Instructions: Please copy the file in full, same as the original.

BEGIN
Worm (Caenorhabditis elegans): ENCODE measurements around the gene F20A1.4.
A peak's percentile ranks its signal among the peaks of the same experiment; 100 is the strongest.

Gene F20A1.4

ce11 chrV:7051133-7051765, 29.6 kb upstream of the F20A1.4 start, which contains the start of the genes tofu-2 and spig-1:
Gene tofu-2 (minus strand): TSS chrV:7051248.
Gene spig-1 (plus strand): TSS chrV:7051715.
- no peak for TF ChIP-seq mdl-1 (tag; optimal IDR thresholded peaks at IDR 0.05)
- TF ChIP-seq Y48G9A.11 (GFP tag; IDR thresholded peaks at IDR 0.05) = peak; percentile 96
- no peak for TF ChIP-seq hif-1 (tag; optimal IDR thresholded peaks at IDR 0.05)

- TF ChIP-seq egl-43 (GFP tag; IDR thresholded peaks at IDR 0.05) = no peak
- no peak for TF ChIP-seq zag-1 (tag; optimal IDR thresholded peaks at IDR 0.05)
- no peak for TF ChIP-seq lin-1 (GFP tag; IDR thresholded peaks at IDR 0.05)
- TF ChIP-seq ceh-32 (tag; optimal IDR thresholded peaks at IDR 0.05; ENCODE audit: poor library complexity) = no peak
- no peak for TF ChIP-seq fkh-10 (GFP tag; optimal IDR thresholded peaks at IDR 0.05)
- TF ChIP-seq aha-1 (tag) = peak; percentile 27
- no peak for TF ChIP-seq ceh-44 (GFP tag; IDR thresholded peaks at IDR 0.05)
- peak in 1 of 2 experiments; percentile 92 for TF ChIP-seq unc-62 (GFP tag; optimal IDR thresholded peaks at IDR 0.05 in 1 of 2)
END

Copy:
Worm (Caenorhabditis elegans): ENCODE measurements around the gene F20A1.4.
A peak's percentile ranks its signal among the peaks of the same experiment; 100 is the strongest.

Gene F20A1.4

ce11 chrV:7051133-7051765, 29.6 kb upstream of the F20A1.4 start, which contains the start of the genes tofu-2 and spig-1:
Gene tofu-2 (minus strand): TSS chrV:7051248.
Gene spig-1 (plus strand): TSS chrV:7051715.
- no peak for TF ChIP-seq mdl-1 (tag; optimal IDR thresholded peaks at IDR 0.05)
- TF ChIP-seq Y48G9A.11 (GFP tag; IDR thresholded peaks at IDR 0.05) = peak; percentile 96
- no peak for TF ChIP-seq hif-1 (tag; optimal IDR thresholded peaks at IDR 0.05)

- TF ChIP-seq egl-43 (GFP tag; IDR thresholded peaks at IDR 0.05) = no peak
- no peak for TF ChIP-seq zag-1 (tag; optimal IDR thresholded peaks at IDR 0.05)
- no peak for TF ChIP-seq lin-1 (GFP tag; IDR thresholded peaks at IDR 0.05)
- TF ChIP-seq ceh-32 (tag; optimal IDR thresholded peaks at IDR 0.05; ENCODE audit: poor library complexity) = no peak
- no peak for TF ChIP-seq fkh-10 (GFP tag; optimal IDR thresholded peaks at IDR 0.05)
- TF ChIP-seq aha-1 (tag) = peak; percentile 27
- no peak for TF ChIP-seq ceh-44 (GFP tag; IDR thresholded peaks at IDR 0.05)
- peak in 1 of 2 experiments; percentile 92 for TF ChIP-seq unc-62 (GFP tag; optimal IDR thresholded peaks at IDR 0.05 in 1 of 2)